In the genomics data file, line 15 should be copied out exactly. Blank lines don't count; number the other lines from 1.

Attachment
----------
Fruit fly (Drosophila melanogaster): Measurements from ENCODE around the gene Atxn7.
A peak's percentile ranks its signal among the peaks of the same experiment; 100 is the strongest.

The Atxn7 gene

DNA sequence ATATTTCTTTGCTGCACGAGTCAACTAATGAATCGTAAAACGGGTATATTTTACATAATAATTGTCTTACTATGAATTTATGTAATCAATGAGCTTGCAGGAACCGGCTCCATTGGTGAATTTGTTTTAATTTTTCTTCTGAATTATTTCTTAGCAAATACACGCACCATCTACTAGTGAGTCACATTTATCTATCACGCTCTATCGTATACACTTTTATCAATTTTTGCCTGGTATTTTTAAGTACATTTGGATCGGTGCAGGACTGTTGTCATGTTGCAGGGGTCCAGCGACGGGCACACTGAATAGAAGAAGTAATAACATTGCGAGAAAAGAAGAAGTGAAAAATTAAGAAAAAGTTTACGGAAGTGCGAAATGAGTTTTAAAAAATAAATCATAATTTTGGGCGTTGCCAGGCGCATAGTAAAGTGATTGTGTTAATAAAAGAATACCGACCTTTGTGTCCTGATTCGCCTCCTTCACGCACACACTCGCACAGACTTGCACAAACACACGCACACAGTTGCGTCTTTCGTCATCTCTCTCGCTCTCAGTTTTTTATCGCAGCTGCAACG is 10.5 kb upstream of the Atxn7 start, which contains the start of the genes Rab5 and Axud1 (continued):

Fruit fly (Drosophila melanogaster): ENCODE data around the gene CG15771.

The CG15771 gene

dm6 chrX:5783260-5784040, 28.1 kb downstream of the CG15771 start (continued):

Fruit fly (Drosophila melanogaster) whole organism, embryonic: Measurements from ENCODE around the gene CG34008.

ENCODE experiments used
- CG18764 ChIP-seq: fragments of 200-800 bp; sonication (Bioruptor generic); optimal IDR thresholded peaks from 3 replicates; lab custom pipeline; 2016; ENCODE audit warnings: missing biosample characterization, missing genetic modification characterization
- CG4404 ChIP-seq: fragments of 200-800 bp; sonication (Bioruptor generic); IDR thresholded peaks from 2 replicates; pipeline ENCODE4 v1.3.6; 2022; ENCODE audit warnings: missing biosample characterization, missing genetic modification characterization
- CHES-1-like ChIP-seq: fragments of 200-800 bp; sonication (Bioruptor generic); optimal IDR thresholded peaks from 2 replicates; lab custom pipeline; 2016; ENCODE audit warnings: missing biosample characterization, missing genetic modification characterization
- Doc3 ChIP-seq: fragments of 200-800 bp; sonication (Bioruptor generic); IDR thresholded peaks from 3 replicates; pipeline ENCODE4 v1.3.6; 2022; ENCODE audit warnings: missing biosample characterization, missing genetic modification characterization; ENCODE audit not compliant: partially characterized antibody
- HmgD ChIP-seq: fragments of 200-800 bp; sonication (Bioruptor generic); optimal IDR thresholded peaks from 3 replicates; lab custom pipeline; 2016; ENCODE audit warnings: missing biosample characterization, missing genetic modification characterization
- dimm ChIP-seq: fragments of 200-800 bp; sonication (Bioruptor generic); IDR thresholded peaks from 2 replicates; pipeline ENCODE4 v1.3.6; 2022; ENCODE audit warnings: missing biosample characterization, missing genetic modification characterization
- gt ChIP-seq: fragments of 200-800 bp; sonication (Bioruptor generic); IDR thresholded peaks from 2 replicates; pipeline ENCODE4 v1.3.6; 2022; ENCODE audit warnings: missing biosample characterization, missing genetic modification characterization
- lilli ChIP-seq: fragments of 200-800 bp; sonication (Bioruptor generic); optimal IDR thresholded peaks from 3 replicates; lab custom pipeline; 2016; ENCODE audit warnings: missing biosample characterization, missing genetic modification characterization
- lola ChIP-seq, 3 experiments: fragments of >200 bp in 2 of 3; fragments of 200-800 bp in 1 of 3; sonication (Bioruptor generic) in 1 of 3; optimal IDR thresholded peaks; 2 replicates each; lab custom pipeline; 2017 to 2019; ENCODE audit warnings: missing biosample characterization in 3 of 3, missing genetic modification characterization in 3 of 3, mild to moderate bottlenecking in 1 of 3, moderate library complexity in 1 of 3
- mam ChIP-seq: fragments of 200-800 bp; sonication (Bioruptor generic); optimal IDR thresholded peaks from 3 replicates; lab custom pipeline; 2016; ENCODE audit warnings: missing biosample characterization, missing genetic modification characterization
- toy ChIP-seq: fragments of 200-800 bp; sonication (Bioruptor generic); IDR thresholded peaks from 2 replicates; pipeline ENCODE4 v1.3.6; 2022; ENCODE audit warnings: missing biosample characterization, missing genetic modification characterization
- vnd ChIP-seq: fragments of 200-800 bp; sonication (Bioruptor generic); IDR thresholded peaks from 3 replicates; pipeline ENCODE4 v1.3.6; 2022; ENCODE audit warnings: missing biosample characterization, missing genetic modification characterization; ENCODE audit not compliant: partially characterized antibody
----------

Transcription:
- dimm ChIP-seq: fragments of 200-800 bp; sonication (Bioruptor generic); IDR thresholded peaks from 2 replicates; pipeline ENCODE4 v1.3.6; 2022; ENCODE audit warnings: missing biosample characterization, missing genetic modification characterization